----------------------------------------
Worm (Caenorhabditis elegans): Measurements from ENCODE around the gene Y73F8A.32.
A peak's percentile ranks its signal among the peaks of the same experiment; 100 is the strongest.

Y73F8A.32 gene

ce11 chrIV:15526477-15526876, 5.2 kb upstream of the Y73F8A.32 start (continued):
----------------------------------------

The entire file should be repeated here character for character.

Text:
Worm (Caenorhabditis elegans): Measurements from ENCODE around the gene Y73F8A.32.
A peak's percentile ranks its signal among the peaks of the same experiment; 100 is the strongest.

Y73F8A.32 gene

ce11 chrIV:15526477-15526876, 5.2 kb upstream of the Y73F8A.32 start (continued):